Plain language summary
Low grade chronic inflammation has been linked to many diseases. It can be measured using bio-markers such as C-reactive protein. Studies have shown that there may be a direct association between consumption of ultra-processed foods and the levels of the inflammatory marker C-reactive protein (CRP). The aim of this study was to investigate whether the consumption of ultra-processed foods is associated with CRP levels, regardless of total energy intake, among men and women. In addition, its aim was to determine whether this association is independent from body mass index (BMI). It was a cross-sectional analysis of the Brazilian Longitudinal Study of Adult Health. This is a multi-centre cohort and 15105 adults (aged 35-74) participated. The findings suggest that the positive association of ultra-processed food consumption with CRP levels among women seems to be mediated by the presence of adiposity. The study concludes that cutting back on ultra-processed foods can decrease chronic low-grade inflammation, even if through reducing obesity. This reinforces the importance of public policies aimed towards restricting the availability of ultra-processed foods.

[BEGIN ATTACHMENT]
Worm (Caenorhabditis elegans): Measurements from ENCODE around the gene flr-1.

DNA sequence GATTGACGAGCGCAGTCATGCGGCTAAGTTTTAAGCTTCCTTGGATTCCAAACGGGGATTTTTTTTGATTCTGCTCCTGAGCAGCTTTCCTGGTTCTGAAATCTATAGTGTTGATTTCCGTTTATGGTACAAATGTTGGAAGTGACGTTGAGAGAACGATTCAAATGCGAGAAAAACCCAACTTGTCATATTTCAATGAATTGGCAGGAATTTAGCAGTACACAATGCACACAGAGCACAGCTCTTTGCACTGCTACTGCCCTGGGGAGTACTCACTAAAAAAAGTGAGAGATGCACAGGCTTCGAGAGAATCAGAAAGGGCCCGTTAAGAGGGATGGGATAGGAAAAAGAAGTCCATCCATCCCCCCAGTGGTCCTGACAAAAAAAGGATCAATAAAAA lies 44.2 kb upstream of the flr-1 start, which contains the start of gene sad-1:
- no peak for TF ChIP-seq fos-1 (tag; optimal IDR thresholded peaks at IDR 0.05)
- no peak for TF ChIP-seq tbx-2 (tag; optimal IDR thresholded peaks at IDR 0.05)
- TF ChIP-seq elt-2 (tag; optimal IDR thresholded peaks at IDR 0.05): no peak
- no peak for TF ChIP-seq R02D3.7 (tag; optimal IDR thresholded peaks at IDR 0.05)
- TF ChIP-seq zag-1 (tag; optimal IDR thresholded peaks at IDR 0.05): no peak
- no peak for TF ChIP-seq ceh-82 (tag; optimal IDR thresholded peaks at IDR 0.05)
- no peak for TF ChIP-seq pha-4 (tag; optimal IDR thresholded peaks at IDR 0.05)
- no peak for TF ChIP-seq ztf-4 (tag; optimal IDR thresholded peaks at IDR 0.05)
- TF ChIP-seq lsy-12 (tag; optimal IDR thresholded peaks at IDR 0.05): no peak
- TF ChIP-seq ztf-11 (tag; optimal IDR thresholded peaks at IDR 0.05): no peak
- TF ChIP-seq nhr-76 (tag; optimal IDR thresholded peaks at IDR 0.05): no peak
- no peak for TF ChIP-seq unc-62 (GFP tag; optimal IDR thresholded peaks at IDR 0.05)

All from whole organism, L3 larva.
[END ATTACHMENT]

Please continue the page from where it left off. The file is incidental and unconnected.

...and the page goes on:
BACKGROUND There may be a direct association between consumption of ultra-processed foods and C-reactive protein (CRP) levels, under the assumption that the high glycemic index of these food products could stimulate the entire chronic inflammation cascade, along with an indirect association mediated by obesity. The types of food consumed, including ultra-processed products, strongly influence obesity, and are also associated with higher serum CRP levels. OBJECTIVE Our aim was to investigate whether the caloric contribution of ultra-processed foods to diet is associated with CRP levels, independent of body mass index (BMI). DESIGN AND SETTING Cross-sectional analysis on the Longitudinal Study of Adult Health (ELSA-Brasil) baseline cohort (2008-2010). METHODS Dietary information, obtained through a food frequency questionnaire, was used to estimate the percentage of energy contribution from ultra-processed food to individuals' total caloric intake. CRP levels were the response variable. Sex-specific associations were estimated using generalized linear models with gamma distribution and log-link function. RESULTS Ultra-processed food accounted for 20% of total energy intake. Among men, after adjustments for sociodemographic characteristics, there was no association between ultra-processed food intake and CRP levels. Among women, after adjustment for sociodemographic characteristics, smoking and physical activity, the highest tercile of ultra-processed food intake was associated with mean CRP levels that were 14% higher (95% confidence interval: 1.04-1.24) than those of the lowest tercile. However, after considering BMI, this association lost statistical significance. CONCLUSION Our findings suggest that the positive association of ultra-processed food consumption with CRP levels among women seems to be mediated by the presence of adiposity.